The NICE COVID-19 rapid guideline: managing the long-term effects of COVID-19 [NG188] Last updated 25 January 2024
- This guideline covers identifying, assessing and managing the long-term effects of COVID-19, often described as ‘long COVID’.
- It makes recommendations about care in all healthcare settings for adults, children and young people who have new or ongoing symptoms 4 weeks or more after the start of acute COVID-19. It also includes advice on organising services for long COVID.
- This guideline has been developed jointly by NICE, the Scottish Intercollegiate Guidelines Network (SIGN) and the Royal College of General Practitioners (RCGP).
- On 25 January 2024, we transferred the guideline from the MAGICapp platform to the NICE website, changing the presentation. The recommendations are unchanged.
- On 11 November 2021: We made new recommendations and updated existing recommendations on identification; planning care; multidisciplinary rehabilitation; follow up, monitoring and discharge; and service organisation. We also updated the list of common symptoms, emphasising that these may be different for children.
Guideline development process
- This guideline uses the methods and process in NICE's interim process and methods for guidelines developed in response to health and social care emergencies.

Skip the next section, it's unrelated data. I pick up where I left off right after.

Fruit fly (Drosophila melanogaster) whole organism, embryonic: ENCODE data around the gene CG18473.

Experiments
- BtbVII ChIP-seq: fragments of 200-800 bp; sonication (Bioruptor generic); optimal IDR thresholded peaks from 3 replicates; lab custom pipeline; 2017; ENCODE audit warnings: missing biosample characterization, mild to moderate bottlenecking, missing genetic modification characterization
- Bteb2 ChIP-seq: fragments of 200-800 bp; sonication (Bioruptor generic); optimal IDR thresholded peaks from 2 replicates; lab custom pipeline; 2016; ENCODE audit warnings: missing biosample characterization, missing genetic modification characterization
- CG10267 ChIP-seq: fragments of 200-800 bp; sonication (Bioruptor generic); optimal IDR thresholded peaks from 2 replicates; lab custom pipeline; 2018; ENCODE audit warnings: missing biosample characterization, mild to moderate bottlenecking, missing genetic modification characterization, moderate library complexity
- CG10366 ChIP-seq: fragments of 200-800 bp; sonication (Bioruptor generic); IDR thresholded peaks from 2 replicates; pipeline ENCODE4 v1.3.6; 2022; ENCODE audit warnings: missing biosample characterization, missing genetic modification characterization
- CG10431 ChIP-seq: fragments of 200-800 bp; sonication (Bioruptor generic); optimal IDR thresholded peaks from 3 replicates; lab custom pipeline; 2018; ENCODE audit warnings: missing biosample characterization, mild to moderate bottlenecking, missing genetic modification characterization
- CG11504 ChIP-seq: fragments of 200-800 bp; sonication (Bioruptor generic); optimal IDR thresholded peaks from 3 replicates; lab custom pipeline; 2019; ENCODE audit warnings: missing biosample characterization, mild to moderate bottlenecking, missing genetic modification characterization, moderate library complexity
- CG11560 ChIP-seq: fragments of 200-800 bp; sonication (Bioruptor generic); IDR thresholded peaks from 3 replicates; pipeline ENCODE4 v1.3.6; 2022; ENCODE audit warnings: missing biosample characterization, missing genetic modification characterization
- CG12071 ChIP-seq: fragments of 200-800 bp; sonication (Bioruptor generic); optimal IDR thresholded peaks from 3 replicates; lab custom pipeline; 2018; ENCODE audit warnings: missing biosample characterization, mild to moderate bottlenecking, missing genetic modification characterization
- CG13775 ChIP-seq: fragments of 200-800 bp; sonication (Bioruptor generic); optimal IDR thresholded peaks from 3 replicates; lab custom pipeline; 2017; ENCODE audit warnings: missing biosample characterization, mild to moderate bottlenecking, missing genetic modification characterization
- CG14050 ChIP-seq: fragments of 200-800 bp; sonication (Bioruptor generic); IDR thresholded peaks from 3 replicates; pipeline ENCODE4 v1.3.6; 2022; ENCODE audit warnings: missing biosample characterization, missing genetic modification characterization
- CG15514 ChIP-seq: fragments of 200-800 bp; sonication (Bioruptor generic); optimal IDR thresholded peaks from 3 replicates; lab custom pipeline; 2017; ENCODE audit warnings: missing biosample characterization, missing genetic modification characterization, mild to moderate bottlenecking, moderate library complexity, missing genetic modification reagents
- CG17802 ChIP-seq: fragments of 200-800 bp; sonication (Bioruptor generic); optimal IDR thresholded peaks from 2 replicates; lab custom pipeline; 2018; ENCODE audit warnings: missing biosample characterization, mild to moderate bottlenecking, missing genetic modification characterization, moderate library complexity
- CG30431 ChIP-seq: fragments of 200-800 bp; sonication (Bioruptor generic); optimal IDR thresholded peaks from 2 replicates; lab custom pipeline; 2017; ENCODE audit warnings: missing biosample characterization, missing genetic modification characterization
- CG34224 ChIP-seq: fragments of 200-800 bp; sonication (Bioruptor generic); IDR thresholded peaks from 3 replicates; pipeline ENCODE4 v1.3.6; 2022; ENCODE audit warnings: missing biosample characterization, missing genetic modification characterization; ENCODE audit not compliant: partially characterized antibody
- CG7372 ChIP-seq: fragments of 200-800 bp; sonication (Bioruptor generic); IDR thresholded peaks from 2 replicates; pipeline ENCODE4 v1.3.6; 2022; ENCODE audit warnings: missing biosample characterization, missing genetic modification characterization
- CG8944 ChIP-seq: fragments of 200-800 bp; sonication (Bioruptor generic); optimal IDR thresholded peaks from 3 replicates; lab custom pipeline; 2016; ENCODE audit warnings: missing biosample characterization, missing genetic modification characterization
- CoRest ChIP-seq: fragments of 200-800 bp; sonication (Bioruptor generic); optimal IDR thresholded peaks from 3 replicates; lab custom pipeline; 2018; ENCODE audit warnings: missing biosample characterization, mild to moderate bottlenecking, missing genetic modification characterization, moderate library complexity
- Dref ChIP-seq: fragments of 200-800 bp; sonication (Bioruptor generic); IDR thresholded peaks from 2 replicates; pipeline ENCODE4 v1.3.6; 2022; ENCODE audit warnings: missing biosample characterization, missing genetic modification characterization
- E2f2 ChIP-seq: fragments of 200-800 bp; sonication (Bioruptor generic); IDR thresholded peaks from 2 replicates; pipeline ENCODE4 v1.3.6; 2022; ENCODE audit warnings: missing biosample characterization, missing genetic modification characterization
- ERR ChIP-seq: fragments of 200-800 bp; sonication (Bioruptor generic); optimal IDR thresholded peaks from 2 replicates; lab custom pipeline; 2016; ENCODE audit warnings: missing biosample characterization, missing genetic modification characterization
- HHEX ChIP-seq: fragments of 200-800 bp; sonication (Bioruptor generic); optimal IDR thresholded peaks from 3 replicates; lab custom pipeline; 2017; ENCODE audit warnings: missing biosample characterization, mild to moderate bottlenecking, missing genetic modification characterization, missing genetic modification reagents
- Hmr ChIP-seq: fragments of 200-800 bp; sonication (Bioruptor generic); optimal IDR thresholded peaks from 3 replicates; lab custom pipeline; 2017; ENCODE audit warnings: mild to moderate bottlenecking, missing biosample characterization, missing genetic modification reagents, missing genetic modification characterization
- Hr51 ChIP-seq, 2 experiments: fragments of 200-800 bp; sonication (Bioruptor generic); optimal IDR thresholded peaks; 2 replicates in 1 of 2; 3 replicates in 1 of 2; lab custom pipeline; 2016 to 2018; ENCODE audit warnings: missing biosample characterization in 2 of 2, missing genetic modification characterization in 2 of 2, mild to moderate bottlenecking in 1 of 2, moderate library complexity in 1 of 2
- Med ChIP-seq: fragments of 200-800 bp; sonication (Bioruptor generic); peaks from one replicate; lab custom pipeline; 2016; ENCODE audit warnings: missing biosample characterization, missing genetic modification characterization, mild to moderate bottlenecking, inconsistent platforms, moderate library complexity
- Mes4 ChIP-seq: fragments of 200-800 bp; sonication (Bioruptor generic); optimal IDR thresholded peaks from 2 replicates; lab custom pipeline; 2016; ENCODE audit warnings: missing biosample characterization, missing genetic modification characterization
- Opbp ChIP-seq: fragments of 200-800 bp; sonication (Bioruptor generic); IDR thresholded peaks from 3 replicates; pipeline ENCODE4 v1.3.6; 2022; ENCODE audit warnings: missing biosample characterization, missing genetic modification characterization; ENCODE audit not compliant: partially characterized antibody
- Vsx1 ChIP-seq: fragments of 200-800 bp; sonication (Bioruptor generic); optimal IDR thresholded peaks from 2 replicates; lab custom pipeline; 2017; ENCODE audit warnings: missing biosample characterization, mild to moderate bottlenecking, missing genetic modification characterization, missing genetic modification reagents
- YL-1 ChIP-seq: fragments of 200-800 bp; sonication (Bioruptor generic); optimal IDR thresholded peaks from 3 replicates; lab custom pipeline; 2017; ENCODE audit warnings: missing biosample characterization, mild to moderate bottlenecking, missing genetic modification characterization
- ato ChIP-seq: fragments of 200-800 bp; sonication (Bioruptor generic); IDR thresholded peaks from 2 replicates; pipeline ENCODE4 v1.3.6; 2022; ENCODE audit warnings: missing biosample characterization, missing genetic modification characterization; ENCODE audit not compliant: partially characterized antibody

- This guideline was developed jointly by NICE, the Scottish Intercollegiate Guidelines Network (SIGN) and the Royal College of General Practitioners (RCGP).
- The recommendations in this guideline represent the view of NICE, arrived at after careful consideration of the evidence available:
- When exercising their judgement, professionals and practitioners are expected to take this guideline fully into account, alongside the individual needs, preferences and values of their patients or the people using their service.
- It is not mandatory to apply the recommendations, and the guideline does not override the responsibility to make decisions appropriate to the circumstances of the individual, in consultation with them and their families and carers or guardian.
- All problems (adverse events) related to a medicine or medical device used for treatment or in a procedure should be reported to the Medicines and Healthcare products Regulatory Agency using the Yellow Card Scheme.
- Local commissioners and providers of healthcare have a responsibility to enable the guideline to be applied when individual professionals and people using services wish to use it:
- They should do so in the context of local and national priorities for funding and developing services, and in light of their duties to have due regard to the need to eliminate unlawful discrimination, to advance equality of opportunity and to reduce health inequalities.
- Nothing in this guideline should be interpreted in a way that would be inconsistent with complying with those duties.
- Commissioners and providers have a responsibility to promote an environmentally sustainable health and care system and should assess and reduce the environmental impact of implementing NICE recommendations wherever possible.